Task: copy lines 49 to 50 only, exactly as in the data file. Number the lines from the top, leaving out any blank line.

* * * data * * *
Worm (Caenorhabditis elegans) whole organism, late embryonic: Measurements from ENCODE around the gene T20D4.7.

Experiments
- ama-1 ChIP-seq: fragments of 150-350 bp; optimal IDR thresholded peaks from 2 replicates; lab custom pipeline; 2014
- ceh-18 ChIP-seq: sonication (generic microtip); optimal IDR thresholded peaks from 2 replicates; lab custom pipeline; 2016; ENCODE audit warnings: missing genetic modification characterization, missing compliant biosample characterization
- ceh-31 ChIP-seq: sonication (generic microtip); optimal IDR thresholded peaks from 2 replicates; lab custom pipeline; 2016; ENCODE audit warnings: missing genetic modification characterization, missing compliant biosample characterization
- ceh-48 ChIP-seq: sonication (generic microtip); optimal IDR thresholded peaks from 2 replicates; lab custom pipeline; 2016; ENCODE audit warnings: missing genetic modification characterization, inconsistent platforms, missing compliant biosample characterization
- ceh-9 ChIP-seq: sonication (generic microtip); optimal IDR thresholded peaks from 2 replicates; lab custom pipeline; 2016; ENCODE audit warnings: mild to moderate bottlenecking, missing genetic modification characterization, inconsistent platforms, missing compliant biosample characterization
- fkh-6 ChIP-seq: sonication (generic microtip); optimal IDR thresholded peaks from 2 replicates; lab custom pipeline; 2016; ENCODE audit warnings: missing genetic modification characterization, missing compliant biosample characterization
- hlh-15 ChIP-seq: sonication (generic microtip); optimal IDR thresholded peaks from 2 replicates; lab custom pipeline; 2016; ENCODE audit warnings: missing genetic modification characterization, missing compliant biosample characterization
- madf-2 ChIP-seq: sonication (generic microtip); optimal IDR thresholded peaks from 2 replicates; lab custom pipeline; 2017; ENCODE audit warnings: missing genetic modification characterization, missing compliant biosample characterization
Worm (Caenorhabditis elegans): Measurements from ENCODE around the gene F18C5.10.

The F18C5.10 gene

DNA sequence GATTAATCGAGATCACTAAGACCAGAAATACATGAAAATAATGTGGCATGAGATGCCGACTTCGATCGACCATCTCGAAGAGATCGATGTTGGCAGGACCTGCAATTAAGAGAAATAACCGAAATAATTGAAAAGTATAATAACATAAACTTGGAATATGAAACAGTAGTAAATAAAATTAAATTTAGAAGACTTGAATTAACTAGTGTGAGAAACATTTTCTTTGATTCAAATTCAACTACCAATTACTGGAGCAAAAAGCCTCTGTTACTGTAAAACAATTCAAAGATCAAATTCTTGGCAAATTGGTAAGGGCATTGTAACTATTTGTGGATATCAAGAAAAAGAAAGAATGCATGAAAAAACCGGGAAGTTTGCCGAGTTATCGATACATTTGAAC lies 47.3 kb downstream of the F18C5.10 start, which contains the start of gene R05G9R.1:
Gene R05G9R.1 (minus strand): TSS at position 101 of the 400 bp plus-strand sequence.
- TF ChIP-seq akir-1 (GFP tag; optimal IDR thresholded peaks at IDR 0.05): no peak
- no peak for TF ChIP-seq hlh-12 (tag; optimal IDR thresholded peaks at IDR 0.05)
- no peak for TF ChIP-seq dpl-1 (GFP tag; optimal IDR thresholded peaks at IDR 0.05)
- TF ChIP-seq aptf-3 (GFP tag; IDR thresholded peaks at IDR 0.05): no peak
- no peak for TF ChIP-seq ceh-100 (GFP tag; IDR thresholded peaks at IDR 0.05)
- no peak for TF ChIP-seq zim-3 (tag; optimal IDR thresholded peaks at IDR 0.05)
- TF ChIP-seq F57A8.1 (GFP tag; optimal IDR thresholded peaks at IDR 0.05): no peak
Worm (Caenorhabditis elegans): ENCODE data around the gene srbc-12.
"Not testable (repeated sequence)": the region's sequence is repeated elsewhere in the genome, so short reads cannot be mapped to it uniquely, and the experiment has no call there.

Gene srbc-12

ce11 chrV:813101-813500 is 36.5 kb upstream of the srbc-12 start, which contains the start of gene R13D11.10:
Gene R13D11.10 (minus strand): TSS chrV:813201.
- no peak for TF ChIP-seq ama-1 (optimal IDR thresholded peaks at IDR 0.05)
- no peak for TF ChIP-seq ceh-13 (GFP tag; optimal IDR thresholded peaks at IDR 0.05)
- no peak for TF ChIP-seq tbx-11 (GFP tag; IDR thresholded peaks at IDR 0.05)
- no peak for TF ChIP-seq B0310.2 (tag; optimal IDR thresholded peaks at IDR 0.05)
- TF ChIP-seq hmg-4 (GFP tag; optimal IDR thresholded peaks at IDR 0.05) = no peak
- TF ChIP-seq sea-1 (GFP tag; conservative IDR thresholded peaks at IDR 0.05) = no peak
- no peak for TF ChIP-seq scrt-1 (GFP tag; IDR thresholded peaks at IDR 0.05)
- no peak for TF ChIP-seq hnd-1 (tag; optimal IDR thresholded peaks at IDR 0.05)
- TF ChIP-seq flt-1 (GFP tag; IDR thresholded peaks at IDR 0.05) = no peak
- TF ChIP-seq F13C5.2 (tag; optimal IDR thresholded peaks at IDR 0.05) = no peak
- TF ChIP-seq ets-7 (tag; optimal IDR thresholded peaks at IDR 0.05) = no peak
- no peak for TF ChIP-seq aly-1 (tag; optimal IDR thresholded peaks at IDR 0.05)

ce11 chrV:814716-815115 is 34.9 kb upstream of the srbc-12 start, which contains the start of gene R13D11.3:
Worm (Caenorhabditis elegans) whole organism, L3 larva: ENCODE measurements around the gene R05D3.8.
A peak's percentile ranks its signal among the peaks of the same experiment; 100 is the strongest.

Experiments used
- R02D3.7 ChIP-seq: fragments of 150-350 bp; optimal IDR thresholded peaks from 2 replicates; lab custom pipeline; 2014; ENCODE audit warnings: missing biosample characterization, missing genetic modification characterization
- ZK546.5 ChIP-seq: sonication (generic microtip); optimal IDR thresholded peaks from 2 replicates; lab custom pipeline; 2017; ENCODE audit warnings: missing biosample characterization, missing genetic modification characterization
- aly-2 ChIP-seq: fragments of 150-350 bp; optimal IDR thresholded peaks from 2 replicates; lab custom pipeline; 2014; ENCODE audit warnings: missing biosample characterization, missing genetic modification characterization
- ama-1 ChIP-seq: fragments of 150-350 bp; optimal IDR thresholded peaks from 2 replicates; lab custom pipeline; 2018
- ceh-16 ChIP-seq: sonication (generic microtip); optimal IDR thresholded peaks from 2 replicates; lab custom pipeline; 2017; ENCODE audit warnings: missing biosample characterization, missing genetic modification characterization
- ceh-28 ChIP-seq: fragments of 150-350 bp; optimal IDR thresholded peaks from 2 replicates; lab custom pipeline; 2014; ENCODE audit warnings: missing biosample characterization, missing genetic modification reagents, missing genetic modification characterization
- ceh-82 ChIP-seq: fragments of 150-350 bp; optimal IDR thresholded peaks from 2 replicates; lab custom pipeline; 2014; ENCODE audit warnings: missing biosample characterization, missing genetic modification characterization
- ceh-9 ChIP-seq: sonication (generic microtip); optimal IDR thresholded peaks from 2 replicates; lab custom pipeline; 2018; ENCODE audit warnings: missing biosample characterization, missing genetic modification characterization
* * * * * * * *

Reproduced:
- ceh-82 ChIP-seq: fragments of 150-350 bp; optimal IDR thresholded peaks from 2 replicates; lab custom pipeline; 2014; ENCODE audit warnings: missing biosample characterization, missing genetic modification characterization
- ceh-9 ChIP-seq: sonication (generic microtip); optimal IDR thresholded peaks from 2 replicates; lab custom pipeline; 2018; ENCODE audit warnings: missing biosample characterization, missing genetic modification characterization